If you’re thinking of switching to a prepay electricity deal, we look at the cost, how it works and how to switch. Here’s everything you need to know about pay as you go electric in Ireland.
Prepay electricity is an alternative to being billed for your energy, and may suit your needs better.
It involves pay-as-you-go (PAYG) electricity that is paid for upfront and spent as it’s being used.
Some suppliers specialise in prepay electricity and others offer it alongside more traditional billed energy. You can get prepay energy from these suppliers:
Unlike the standard billed method of paying for electricity where payment is usually made bi-monthly or monthly, a PAYG meter requires topping up before energy is used.
Monitor and control what you spend on your energy, and only pay for what you can afford.
Not all prepay electricity costs the same. Unit rates vary amongst suppliers, and to find the best deal, you need to compare the suppliers and plans available.
Yes, PAYG electricity is usually more expensive than standard billed electricity but there are some benefits to it, that could outweigh the cost difference, for example:
You’ll need to weigh up the pros and cons for your circumstances, and remember that you can always switch at a later date.
Below is a table of the cheapest PAYG electricity tariffs available based on the national average consumption.
According to the Commission for Regulation of Utilities (CRU), the average Irish household uses 4,200 kW/h of electricity a year.
|Electric Ireland||Smarter Pay As You Go||€1,641||Compare now|
|PrePay Power||Classic Pay||€1,760||Compare now|
|Pinergy||Pinergy Smart||€1,948||Compare now|
You should only use these costs as a guide. If your household’s consumption is higher or lower than the average, the cost will go up or down.
As well as the difference in energy unit rates, there are other costs associated with PAYG electricity, for example:
Check you’re happy with the full terms of the contract before signing up for a prepayment service.
If you’re running very low on credit and you can’t top up at that time, you can activate some Emergency Credit. This isn’t free credit, it will simply be taken off the balance of your next top up.
If you’ve used all your emergency credit too before you’ve had chance to top up, you won’t be cut off during Friendly Credit times.
Times vary by supplier, but they all ensure you’re not without electricity in the evening, at weekends or during the main public holidays.
Again, as with Emergency Credit, any Friendly Credit you’ve used will come off your next top up. Your top up will need to cover the negative balance on your meter, as well as the amount of credit that you need.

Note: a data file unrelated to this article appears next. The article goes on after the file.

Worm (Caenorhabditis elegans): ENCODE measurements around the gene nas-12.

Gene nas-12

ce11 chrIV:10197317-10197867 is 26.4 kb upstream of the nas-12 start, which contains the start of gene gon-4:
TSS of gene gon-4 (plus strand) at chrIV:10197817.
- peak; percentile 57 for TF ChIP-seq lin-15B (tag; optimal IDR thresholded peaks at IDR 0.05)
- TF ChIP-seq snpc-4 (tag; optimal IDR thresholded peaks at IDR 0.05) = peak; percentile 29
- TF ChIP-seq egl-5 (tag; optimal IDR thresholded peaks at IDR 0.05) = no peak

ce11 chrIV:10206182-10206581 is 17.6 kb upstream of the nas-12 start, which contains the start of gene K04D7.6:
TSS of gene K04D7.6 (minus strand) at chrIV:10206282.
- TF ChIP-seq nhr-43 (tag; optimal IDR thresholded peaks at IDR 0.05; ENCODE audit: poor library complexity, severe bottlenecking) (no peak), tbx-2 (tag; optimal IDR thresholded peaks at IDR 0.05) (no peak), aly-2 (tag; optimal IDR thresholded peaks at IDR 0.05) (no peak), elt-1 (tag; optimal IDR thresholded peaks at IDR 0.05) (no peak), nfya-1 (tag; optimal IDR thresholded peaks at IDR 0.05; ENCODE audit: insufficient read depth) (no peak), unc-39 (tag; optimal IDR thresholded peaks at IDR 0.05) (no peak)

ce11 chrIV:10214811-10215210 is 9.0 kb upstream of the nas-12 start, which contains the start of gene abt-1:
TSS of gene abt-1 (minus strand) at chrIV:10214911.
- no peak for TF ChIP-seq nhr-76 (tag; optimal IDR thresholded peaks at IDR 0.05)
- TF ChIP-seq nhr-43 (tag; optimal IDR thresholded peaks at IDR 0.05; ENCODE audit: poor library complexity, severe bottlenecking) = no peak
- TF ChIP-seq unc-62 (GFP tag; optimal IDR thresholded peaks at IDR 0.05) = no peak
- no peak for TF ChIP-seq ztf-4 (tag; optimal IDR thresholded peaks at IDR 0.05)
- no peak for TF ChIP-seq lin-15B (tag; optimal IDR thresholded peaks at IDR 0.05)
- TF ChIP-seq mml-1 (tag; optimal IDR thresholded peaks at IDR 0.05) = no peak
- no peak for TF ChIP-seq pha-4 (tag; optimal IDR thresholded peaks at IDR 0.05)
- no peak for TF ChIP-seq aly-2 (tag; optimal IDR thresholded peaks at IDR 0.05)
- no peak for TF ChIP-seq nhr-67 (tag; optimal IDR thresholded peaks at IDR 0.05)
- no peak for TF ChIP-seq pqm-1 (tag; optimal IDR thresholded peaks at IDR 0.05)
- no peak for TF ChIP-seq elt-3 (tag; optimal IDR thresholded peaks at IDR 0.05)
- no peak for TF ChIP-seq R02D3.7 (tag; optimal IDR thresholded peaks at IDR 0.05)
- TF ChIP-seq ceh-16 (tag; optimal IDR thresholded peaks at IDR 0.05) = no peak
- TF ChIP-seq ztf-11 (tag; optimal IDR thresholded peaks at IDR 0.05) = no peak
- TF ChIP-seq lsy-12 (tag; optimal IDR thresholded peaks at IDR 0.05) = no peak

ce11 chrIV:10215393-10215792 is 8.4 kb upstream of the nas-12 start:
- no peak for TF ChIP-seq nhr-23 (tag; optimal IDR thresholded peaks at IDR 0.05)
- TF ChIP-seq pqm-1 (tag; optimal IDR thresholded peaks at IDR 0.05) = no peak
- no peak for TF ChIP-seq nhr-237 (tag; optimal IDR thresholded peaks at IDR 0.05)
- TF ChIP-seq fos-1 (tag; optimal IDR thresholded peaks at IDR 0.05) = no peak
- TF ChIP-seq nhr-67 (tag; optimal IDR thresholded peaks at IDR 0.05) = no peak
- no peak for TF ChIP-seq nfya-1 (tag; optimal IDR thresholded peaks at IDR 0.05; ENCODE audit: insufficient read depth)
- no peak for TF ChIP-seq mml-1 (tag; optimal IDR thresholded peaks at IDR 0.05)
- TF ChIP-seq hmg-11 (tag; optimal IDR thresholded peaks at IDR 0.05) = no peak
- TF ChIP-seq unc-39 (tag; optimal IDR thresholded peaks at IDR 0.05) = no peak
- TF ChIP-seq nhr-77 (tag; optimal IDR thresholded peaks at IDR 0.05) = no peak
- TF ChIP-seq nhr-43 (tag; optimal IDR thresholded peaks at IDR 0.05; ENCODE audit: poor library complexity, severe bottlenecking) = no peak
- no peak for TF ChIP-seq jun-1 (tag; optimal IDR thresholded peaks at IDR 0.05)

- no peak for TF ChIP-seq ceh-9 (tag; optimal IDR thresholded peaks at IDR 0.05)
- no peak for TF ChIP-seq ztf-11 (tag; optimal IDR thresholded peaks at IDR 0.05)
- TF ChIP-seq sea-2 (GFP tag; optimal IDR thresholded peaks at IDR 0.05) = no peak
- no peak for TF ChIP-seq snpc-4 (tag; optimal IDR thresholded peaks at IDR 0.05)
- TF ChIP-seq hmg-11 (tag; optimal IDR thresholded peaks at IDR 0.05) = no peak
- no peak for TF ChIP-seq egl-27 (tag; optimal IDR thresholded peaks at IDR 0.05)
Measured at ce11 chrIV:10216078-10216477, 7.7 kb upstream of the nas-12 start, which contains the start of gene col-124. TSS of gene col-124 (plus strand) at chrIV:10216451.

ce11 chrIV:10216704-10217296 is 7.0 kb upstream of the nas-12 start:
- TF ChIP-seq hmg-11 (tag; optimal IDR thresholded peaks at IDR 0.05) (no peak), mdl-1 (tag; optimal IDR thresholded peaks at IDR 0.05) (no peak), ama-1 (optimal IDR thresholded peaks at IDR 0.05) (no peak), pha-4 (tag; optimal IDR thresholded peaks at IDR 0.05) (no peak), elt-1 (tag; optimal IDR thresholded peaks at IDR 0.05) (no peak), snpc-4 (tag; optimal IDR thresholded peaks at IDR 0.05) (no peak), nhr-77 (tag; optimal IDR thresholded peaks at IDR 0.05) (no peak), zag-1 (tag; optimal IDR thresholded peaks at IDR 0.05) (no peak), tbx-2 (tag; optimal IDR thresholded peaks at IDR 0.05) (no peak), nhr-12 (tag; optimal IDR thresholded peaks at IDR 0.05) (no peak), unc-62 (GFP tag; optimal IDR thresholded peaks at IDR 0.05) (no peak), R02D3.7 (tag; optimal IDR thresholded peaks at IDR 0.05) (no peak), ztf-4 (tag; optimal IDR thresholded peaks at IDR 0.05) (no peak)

Try and plan ahead for the credit that you need, as using emergency credit regularly can make it harder to budget for.
Switching energy supplier is a very simple process. It’s good to have a rough idea of your typical energy usage to help you to find the cheapest and best suited PAYG tariffs for your needs.
After you apply to switch tariffs, your existing supplier will be contacted by your new supplier to process your switch.
Your new supplier will handle all aspects of the change over and ensure your electricity supply isn’t cut off.
If you’re happy to explore the option of billed electricity as well as PAYG, there are more suppliers to choose from and you stand to make much bigger savings.
At the moment, the average electricity customer can save up to €324 by switching from a standard rate plan to the cheapest deal on the market.
Find out more about comparing electricity prices and cutting your costs in our guide.
There are three main ways you can top up your credit with each supplier:
With PrepayPower you can also top up on their website and in shops displaying the PayPoint sign too.
If you have run very low on electric and can’t top up right away, you can activate some Emergency Credit on your meter.
This is intended for use until you’re able to top up, when it’ll be taken off your new balance.
You may have to take a meter reading, for example if you’re moving house, or if you want to change from a prepayment meter to billed electricity. Or, you might just want to check your prepay energy rates and prices.
Find out how to read your prepayment meter in our guide: How do I read my electricity meter?
If you’ve used all your emergency credit and still not topped up, at certain times of the day and on certain days, you will still have an electricity supply.
Friendly Credit is available:
Any credit you use during these times will be taken off your next top up balance. Your top up must cover the debt in addition to the credit you need.